With the 1911, you can understand the popularity. The design has a rich tradition as a combat sidearm; and, when properly executed, no other semiauto pistol has a better trigger.
There are parts and accessories in abundance for it. As a result, it is an easy gun to customize and make truly your own, exactly the way you want it. And for a hard-knocks gun that saw early duty in the muddy trenches, some of the modern examples are absolutely beautiful. No one ever accused a polymer pistol of being a “work of art.”
Is it worth it for you to own one nice 1911 for the price of three or four polymer pistols? The late Jeff Cooper said that a good handgun should last a lifetime. So, you might as well make it a nice one—a gun with some pride of ownership. The trouble is that many top-end 1911s have doubled in price over the last few years.
Roberts Defense is a small company in Oshkosh, Wisconsin, that began operation in 2011. The company produces several 1911 pistols, still giving you—pardon the pun—bang for your buck. They’re not inexpensive; putting in the necessary hands-on attention to detail is never cheap. But the result is that this manufacturer’s pistols are wonderfully made of good materials to exacting tolerances.
For this review, I requested the company’s Dark Ops in the 5-inch barrel configuration—formerly named the PRO model. It’s not a frilly, ornate “barbecue” model or a flashy race gun. Everything about it stares you in the eye without blinking and says, “Serious business.”
There are no injection-molded parts in this American-made gun. The frame and slide are forged from stainless steel bar stock and then given a matte-black nitride treatment (as tested) for supreme corrosion and wear resistance. It now comes standard with a Cerakote finish. The front strap is finely checkered.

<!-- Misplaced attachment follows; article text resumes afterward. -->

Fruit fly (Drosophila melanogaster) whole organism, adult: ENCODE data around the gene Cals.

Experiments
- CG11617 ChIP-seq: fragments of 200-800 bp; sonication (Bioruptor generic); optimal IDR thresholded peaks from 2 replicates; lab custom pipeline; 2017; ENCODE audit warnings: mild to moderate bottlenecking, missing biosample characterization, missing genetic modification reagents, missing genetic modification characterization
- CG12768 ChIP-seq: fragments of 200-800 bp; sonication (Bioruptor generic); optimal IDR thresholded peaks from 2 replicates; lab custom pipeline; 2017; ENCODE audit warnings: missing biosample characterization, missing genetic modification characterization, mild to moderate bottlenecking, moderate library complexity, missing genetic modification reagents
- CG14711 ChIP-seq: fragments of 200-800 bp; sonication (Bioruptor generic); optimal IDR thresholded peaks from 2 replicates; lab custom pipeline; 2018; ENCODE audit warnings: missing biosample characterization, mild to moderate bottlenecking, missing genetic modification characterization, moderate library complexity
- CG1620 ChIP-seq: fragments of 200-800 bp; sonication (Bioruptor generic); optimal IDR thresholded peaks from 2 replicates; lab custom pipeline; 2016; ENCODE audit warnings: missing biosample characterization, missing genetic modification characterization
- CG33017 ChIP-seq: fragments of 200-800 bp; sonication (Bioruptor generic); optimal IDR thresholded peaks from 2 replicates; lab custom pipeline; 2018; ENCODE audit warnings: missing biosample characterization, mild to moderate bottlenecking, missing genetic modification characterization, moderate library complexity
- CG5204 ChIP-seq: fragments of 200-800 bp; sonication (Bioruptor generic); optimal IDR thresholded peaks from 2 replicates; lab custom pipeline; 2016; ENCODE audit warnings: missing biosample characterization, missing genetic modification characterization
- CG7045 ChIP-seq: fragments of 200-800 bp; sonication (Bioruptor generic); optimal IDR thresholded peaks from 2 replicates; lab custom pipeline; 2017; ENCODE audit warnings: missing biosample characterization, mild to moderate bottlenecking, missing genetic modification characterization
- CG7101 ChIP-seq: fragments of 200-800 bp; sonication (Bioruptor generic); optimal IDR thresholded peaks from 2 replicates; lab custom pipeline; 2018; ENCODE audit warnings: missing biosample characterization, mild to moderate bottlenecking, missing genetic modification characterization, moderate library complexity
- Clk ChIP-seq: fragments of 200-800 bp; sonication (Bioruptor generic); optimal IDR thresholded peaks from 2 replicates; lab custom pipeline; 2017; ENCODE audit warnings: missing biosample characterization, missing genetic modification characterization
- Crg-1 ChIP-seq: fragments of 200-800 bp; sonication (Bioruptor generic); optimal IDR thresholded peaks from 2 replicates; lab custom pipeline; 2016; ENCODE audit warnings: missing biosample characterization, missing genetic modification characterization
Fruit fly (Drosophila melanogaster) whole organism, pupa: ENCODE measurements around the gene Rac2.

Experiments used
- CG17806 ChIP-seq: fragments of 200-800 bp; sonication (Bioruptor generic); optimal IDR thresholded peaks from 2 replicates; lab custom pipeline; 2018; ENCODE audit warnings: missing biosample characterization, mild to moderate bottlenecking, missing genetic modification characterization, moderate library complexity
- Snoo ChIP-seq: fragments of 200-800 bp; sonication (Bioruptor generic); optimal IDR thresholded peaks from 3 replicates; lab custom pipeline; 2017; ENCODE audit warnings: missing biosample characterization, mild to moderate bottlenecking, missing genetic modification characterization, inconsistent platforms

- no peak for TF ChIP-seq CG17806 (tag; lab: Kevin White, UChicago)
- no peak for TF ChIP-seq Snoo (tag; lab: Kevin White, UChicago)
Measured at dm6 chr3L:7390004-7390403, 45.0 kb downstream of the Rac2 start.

All the internal parts receive hands-on treatment. The frame rails are hand lapped to create what Roberts Defense calls a “riding-on-glass feel.” The slide is hand fit to the frame. The barrel bushing is hand fit, as is the barrel hood to the slide. The hammer, sear and disconnector are all machined parts that are then hand polished. The same is true for the trigger, grip safety and thumb safety.
There’s a small notch at the top of the chamber that serves as a visual loaded-chamber indicator. The company redesigned the ledge on the slide stop lever, but it’s not elongated. That’s a good thing. An extended slide stop lever can sometimes lead to slide lock during firing if your support hand thumb presses against it. There’s also an installation slot so you don’t mar the frame when installing the slide stop lever.
The Dark Ops features widened, ambidextrous thumb safeties. That’s a plus, even for right-handed shooters who might be faced with the necessity of shooting left-handed … because gunfights rarely play out as rehearsed
This model is fitted with textured Black Desert Sand VZ Operator II G10 grip panels. They are attractive, yes, but they are also light and durable. Together with the front strap checkering on the frame, they provide a no-slip hold on the gun that is second only to Super Glue. An extended mag well is added to the bottom of the grip frame to help funnel magazines into the pistol.
The Dark Ops comes with Heine tritium night sights. The rear sight is held in the dovetail with two set screws. Loosening them allows you an easy way to slide the sight left or right to adjust for windage. The face of the sight is serrated to reduce glare. The configuration of these sights is two tritium dots— one front, one rear—for a dot-on-dot sight picture that’s fast to acquire with unmistakable alignment in low light.
The rear sight features a ledge. Should you have to work your pistol’s action one-handed when things begin to unravel in a gunfight, you can catch that sight ledge on your holster, belt, boot heel or other object to retract the slide. Two eight-round magazines with witness holes are included.